• what minus 72 degrees wind chill feels like
Thanksgiving morning, 2018. Ambient temperature of -20 degrees and a wind chill touching -70 degrees
  • that winds can blow hard enough and cold enough to literally feel the air being pulled out of your lungs
  • the phone can ring and wake you at all hours of the night, but is most often people calling with random questions about the Park or the mountain that seemingly could wait for “business hours”
  • from our staff to the Auto Road, to the Mount Washington Observatory, to the Cog Railroad staff, how much people who work here love this mountain and working here
  • that I also love this Park and am exactly where I want to be
mid September sunrise. Photo by Patrick Hummel
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Patrick Hummel, Mount Washington State Park

As the Park Manager of Mount Washington State Park, I oversee and manage the operations of the 60 acres of the summit of Mount Washington; the highest peak in the northeast US at 6,288'. Our Park is staffed 24/7, 365 days a year and is sometimes referred to as the "Home of the World's Worst Weather". Previously, I served as the NH State Parks Volunteer Program Manager and before that, the Park Manager at Monadnock State Park, home to the most climbed mountain in the Western Hemisphere. IG= @topofthenortheast

8 thoughts on “On Top Of New England

  1. Loved the pictures The information is very educational and I always enjoy reading about Mt Washington. Looking forward to reading more info and seeing more pictures. It’s been many years since I have been to the top. But, I can see the top of the mountain every day from my home in Maine. It is so magnificent.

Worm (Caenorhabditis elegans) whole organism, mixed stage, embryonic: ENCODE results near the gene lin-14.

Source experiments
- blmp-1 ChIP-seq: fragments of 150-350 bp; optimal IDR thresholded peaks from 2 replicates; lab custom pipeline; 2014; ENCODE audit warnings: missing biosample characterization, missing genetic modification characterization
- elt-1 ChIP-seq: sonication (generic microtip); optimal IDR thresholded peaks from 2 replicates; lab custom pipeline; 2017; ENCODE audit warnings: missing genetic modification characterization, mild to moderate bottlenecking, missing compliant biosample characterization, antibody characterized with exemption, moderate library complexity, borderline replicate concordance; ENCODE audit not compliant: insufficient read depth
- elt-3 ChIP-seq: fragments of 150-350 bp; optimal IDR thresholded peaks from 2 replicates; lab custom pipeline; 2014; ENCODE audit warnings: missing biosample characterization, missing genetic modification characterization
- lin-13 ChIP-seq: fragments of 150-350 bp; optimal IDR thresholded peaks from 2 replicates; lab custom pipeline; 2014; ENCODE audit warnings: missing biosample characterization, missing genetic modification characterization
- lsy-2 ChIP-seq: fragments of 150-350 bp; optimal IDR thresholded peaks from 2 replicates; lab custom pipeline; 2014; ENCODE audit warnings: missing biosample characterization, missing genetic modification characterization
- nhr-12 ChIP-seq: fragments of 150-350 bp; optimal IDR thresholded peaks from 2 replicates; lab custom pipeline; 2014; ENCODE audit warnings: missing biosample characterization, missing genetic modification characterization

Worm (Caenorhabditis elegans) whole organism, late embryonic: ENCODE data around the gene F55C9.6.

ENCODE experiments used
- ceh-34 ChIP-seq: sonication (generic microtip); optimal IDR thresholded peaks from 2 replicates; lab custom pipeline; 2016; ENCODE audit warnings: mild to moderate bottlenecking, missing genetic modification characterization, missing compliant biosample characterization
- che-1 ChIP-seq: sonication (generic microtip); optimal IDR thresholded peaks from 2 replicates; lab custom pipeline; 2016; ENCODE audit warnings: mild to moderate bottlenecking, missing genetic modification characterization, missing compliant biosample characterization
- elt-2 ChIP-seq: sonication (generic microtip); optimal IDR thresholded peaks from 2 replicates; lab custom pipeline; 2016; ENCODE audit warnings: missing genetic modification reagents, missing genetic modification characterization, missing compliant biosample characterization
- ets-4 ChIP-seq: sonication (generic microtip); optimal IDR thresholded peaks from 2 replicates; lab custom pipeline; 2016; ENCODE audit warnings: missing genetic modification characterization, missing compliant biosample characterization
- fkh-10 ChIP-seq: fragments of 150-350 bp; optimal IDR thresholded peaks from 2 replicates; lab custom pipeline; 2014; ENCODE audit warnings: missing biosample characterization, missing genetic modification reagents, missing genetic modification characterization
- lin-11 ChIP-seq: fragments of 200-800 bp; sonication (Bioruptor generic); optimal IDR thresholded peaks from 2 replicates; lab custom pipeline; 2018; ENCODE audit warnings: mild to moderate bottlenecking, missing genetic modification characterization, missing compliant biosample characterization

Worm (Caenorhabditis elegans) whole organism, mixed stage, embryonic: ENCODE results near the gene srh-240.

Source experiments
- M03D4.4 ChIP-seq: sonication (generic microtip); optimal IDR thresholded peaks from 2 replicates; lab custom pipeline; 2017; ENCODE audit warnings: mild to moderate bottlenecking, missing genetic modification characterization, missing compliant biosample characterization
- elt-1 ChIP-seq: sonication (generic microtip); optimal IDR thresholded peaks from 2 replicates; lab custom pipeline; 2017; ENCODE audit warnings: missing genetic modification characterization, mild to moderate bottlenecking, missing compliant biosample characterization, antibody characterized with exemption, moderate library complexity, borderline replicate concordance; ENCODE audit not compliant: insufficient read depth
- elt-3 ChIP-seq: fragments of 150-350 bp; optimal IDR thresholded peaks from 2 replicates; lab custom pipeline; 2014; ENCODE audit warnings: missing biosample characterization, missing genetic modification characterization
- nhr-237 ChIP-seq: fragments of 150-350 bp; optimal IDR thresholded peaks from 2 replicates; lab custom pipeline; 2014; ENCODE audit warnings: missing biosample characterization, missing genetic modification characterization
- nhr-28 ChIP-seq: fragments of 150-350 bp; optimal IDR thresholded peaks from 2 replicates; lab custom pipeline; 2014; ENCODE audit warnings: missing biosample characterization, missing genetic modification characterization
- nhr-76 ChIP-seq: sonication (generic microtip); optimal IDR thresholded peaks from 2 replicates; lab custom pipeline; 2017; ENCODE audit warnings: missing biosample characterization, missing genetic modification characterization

2. Enjoyed your blog about your experience as Park Manager. Hope you will continue to share your unique experiences at the home of the World’s Worst Weather.

  3. Early Dec.1954: Five UNH students (2 young gals and 3guys) on a dare, decided they would climb Mt Washington. They checked in at the base office and were told that the trails were impassable due to deep snow cover. They decided to try the auto road as they learned that it was passable (for personnel use). It was a mild and sunny day and they had snacks and water. Somehow these fools actually made it. As they neared the summit they heard a loud and constant roaring sound, and as they rounded the last bend in the road the noise suddenly stopped and they were soon met by 3 men who looked at them as if they were mad martians and escorted them to a building (that were covered with large horizontal icicles) . They were given warm water to drink and some crackers and were told they could not provide anything else as it was against protocol and they had to make their supplies last. When asked about the noise that was heard they were told that sometimes the wind made a strange sound up there. The five were lent a flashlight with instructions to return it to the base office when they got down. The guys at the base office laughed as they did not believe the five when they did this. Suddenly the summit radioed and asked “did those crazy kids get down ok and did they turn in our flashlight?” Well , the base guys treated the five to cocoa and some soup, congratulations, and a lecture to realize how lucky they were.